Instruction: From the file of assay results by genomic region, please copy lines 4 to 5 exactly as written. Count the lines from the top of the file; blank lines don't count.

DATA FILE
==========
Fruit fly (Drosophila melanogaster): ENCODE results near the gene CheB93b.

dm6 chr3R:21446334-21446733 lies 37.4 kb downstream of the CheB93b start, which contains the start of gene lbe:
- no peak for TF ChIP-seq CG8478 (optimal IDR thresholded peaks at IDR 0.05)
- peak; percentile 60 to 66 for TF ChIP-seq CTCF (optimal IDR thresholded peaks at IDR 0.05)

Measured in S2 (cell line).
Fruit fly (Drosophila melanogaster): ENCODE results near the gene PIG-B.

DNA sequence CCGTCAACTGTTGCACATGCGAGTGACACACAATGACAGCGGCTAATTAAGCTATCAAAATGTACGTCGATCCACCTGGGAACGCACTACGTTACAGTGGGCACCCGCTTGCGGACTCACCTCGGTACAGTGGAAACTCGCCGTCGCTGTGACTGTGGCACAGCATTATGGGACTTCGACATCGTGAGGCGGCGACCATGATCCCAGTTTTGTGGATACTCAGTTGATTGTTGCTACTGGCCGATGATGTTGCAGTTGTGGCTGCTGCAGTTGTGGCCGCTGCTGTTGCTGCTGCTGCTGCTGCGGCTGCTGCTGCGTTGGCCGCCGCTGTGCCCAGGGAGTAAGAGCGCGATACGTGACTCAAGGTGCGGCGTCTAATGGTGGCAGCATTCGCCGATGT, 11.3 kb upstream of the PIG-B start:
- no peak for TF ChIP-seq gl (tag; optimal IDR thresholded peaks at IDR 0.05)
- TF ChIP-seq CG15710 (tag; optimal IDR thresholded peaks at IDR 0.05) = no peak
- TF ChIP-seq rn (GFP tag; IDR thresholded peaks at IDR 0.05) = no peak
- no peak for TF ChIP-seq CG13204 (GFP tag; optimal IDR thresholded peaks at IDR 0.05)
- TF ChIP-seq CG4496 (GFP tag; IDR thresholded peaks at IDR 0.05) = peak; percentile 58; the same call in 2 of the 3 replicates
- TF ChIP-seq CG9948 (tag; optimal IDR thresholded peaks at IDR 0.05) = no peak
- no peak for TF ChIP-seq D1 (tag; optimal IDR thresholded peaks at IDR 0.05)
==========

- peak; percentile 60 to 66 for TF ChIP-seq CTCF (optimal IDR thresholded peaks at IDR 0.05)

Measured in S2 (cell line).